Germany on Monday became the latest country to ban Britons from entering as it added the UK to its equivalent of the red list over rising omicron cases.
Under the ban, which came into force at midnight, only German citizens and residents are allowed to return to the country from the UK.
Britons will not be allowed to board flights to Germany unless they can prove they are resident in the country.
Those who are allowed in will be subject to 14 days’ self-isolation at home, but no hotel quarantine.
The move means Germany has joined France and Israel in banning almost all travel from the UK over the omicron variant.
It came as Karl Lauterbach, the German health minister, ruled out a lockdown in the country before Christmas.
In a change from its previous policy, Germany did not issue an outright ban on direct flights from the UK.
Instead, it ordered new rules similar to those imposed by France last week, under which Britons and others will be allowed to transit through German airports or leave the country.
The change appears to be a concession to the beleaguered air industry, but it will be welcomed by Britons currently in Germany who will be able to return home.
Berlin announced it was designating Britain as a “virus variant area”, its version of the red list, in an eleventh hour U-turn late on Saturday night.
Just 24 hours before, Olaf Scholz’s government had resisted pressure to bar travel from the UK in its weekly review of travel classifications.
The German health ministry claimed the change of policy was in response to the rapid rise of omicron cases in Britain.
But it is clear there were divisions within the German government after regional authorities took the unusual step of issuing a public statement calling for Britain to be put on the red lits.
“We urge the health ministry to continue to press for the UK to be designated a virus variant area as soon as possible,” the statement said.
“Making entry safer helps to prevent the omicron variant from spreading so quickly. We cannot prevent the spread, we can only delay it. The longer it takes for omicron to get a grip on Germany, the better,” said Karl Lauterbach, the German health minister.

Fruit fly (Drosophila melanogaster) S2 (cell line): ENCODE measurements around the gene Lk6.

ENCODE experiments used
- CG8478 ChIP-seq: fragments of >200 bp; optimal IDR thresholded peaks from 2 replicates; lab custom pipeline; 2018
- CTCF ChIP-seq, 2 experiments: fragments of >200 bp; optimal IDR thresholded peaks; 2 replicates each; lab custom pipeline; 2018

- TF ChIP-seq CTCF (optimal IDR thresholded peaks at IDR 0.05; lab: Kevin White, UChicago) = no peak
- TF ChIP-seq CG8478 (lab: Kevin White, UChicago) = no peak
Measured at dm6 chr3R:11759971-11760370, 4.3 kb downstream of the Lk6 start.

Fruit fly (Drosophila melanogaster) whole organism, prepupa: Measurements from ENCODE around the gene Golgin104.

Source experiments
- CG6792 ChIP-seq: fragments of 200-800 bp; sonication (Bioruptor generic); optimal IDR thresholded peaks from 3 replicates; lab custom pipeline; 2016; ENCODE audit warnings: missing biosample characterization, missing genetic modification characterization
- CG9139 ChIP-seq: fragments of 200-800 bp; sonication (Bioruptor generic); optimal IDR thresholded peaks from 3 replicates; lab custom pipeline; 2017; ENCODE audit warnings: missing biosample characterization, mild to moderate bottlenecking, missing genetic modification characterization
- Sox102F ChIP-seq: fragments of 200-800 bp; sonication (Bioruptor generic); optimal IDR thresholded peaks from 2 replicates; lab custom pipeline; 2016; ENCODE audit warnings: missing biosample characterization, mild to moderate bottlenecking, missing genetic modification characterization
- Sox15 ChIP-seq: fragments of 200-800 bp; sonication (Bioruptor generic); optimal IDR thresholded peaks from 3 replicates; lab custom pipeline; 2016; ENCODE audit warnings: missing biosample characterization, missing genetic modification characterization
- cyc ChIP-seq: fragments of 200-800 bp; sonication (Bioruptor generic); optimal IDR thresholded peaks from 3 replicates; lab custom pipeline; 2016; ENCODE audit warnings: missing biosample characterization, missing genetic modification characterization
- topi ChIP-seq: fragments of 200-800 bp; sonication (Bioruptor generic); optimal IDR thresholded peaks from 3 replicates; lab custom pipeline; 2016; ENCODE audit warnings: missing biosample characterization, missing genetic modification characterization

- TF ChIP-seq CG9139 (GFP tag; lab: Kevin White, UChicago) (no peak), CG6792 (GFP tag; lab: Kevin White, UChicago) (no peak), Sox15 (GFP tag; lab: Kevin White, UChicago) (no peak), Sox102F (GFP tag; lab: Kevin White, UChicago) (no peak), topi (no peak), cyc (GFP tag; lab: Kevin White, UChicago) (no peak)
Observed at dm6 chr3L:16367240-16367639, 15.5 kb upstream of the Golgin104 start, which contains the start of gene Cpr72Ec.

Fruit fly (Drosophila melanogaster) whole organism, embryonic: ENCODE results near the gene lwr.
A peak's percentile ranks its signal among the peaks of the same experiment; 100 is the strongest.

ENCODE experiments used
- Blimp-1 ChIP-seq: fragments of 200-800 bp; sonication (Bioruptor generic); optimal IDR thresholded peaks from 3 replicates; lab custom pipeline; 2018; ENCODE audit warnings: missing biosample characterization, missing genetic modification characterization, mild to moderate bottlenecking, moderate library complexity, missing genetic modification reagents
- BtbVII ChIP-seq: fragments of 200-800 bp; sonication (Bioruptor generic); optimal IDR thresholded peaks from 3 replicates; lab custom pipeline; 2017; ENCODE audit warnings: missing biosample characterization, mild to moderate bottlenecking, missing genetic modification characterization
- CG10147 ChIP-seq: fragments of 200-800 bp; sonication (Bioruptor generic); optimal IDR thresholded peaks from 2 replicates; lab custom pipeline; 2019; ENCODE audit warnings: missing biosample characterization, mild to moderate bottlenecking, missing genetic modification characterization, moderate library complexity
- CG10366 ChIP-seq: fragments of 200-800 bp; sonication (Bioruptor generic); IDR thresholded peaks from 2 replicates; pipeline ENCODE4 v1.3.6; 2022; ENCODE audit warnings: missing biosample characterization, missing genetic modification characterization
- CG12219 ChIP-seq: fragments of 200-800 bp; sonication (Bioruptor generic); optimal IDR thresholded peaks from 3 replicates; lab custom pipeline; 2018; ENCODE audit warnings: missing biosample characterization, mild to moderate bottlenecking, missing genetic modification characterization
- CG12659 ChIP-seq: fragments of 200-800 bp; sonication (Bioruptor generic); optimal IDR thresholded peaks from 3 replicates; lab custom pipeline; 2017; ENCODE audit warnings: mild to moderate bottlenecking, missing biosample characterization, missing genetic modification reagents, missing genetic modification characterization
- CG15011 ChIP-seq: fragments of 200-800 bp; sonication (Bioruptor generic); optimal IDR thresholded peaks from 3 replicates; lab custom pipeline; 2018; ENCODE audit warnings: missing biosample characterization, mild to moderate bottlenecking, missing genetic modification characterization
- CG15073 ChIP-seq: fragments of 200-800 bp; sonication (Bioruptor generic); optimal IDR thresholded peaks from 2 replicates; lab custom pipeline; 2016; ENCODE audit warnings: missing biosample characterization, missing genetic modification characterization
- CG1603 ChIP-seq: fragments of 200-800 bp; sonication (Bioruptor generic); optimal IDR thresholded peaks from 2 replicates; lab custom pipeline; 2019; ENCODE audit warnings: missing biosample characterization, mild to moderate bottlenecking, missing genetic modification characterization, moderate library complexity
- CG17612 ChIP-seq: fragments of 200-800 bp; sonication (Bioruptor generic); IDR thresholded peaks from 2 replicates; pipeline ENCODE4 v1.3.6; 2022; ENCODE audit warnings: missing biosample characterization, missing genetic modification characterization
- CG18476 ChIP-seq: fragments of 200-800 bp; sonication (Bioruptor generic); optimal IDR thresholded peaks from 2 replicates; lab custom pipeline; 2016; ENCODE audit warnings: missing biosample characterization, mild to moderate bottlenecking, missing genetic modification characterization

The classification is expected to last until at least January 3.
In the neighbouring Netherlands, the streets were deserted as a snap lockdown announced on Saturday night to slow the rise in omicron cases came into force.
Restaurants, gyms, hairdressers and non-essential shops have been ordered to close until January 14, and gatherings of more than two people ooutside have been banned, leaving many people’s Christmas plans in disarray.
Protests against the restrictions turned violent in Rotterdam as demonstrators threw bottles and fireworks and police used water cannon to disperse a crowd of around 1,000 people.
Saturday evening’s announcement by Mark Rutte, the Dutch prime minister, was unexpected and many people rushed out to get a last minute haircut or buy Christmas gifts.
“Closing all bars and restaurants in such an important month is incredibly painful and dramatic. We need compensation and an exit strategy,” the Dutch Hospitality Association said.
Israel’s health ministry called for several European countries including Germany, Italy and Portugal to be added to its red list, which already includes the UK.
The ministry also took the unusual step of recommending Israelis be banned from travel to the US.
“European countries are either in lockdown or are heading that way,” said Naftali Bennett, the Israeli prime minister, adding that for Israel “time is running out”.
Meanwhile Iran confirmed its first case of the omicron variant on Sunday. The Middle East’s most populated country has already seen more than 131,000 deaths from the virus, but cases have fallen in recent months.